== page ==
Many years ago (beginning of the eighties) I was on holiday with a friend, accompanied by our respective girlfriends. Ten days in the sun on a Greek island.
Our days consisted of getting up late around midday, going for a swim and having a shower − mostly to help with the hangover. Then lunch accompanied by beer that would mark the start to the day’s drinking. Night-time was all a blur − cocktail bars and discos. Our holidays could be described as a homage to alcohol.
I was successful in my work with a high pressure job and drank alcohol most days. I justified my behaviour as “work hard – play hard”. I thought of myself as a bit of a wild man, one who knew how to have a good time.
“Why do you have to drink so much?” was a question that my girlfriend would ask repeatedly. My reply, “I´m on holiday” seemed an obvious and completely rational explanation. “I mean, isn’t that what everyone does?” What I did not realise was that my default position was to drink. I drank unless I had a good reason not to.
I have to say that I had a really good time; at least I think I did, as most of those memories are a bit blurry, glutinous and indistinct. I can remember dancing on a bar, my girlfriend shouting at me to stop being such a dick; laughter, exaggerated, loud manic behaviour, as I was determined to show everyone that I was the life of the party. I wasn’t happy but I was having a good time. The problem was I didn’t know the difference between the two. It wasn’t until years later that I realised that having a good time and being happy are two quite different things.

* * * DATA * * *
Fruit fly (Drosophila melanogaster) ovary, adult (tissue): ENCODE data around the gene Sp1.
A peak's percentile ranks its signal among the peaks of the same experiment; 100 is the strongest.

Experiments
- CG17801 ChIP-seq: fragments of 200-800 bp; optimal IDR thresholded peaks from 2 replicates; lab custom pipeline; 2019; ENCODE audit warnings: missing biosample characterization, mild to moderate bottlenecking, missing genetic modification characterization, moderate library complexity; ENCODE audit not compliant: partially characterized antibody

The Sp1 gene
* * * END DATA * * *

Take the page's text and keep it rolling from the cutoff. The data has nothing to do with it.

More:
Looking back now it seems absurd, even crazy, spending money to fly to a distant and exotic location to get drunk. I could have done that much more cheaply at home, but on holiday I could drink all I wanted without feeling too guilty or stupid.
Intuitively I knew that something was not right. I suspected that my relationship to alcohol was not healthy. In fact, like most habitual drinkers, I was addicted to alcohol, but for years I managed to fool myself by making rules to show I had control, such as: never drink alone, never drink before 12:00 midday; never drink anything stronger than beer during the week. Sooner or later I would break these self-imposed controls, but rather than stop drinking, I would rationalise it away (stress, celebration etc.) and simply renegotiate my agreement. I didn’t have control; I was constantly trying to regain control.
I won’t go into detail here of the other drugs I consumed whilst drunk. That is a whole other story
The idea of stopping was frightening: How would I enjoy myself? How would I relax? I would have no social life. The idea of not stopping was also frightening: I would ruin my marriage, my family, my health. What I didn’t realise at the time was that all of my fears were caused by alcohol.
Here I am nearly twenty years free and independent of alcohol − free of the slavery and fear caused by alcohol. I don’t need it, don’t want it and don’t miss it. I drink all that I want to, when I want, and where I want. I simply do not want to. My marriage is better than I could ever hoped, as is my health and my happiness. I have had many years to reflect on this whilst working with others to help them get free and independent of the slavery of alcohol addiction. I can tell you that there is not a single thing in my life that would be better with alcohol, not one.